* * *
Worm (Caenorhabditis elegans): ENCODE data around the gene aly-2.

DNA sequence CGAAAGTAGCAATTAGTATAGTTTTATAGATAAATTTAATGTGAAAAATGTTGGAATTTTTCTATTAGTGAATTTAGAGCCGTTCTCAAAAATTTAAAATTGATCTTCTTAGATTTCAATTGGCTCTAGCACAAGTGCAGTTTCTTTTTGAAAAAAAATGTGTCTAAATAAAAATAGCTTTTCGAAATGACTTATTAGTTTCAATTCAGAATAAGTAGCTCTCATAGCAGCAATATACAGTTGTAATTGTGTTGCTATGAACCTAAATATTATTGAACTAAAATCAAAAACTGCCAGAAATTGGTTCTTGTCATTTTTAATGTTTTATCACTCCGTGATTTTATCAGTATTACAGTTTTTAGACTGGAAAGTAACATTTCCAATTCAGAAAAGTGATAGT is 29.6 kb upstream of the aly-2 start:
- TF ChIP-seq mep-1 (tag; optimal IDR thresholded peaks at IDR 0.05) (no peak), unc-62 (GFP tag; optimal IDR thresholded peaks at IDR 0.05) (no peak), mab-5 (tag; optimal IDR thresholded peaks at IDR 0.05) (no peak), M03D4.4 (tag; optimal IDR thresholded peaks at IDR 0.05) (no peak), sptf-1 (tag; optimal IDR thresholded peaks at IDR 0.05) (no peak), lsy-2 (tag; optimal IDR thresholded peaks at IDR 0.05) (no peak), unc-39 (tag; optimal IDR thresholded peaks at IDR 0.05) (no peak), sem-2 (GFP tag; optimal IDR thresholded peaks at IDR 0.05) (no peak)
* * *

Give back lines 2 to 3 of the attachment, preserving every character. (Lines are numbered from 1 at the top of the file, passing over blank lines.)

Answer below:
DNA sequence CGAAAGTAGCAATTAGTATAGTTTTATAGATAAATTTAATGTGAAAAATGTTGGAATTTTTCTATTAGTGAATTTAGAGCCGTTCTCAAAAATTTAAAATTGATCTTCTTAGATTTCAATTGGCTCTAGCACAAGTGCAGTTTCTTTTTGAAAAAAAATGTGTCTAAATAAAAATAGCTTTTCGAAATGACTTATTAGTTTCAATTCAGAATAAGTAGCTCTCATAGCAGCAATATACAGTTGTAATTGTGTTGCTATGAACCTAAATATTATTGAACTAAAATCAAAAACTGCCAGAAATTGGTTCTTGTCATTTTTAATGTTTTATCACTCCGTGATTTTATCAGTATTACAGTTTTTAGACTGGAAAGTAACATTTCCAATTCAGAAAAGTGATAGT is 29.6 kb upstream of the aly-2 start:
- TF ChIP-seq mep-1 (tag; optimal IDR thresholded peaks at IDR 0.05) (no peak), unc-62 (GFP tag; optimal IDR thresholded peaks at IDR 0.05) (no peak), mab-5 (tag; optimal IDR thresholded peaks at IDR 0.05) (no peak), M03D4.4 (tag; optimal IDR thresholded peaks at IDR 0.05) (no peak), sptf-1 (tag; optimal IDR thresholded peaks at IDR 0.05) (no peak), lsy-2 (tag; optimal IDR thresholded peaks at IDR 0.05) (no peak), unc-39 (tag; optimal IDR thresholded peaks at IDR 0.05) (no peak), sem-2 (GFP tag; optimal IDR thresholded peaks at IDR 0.05) (no peak)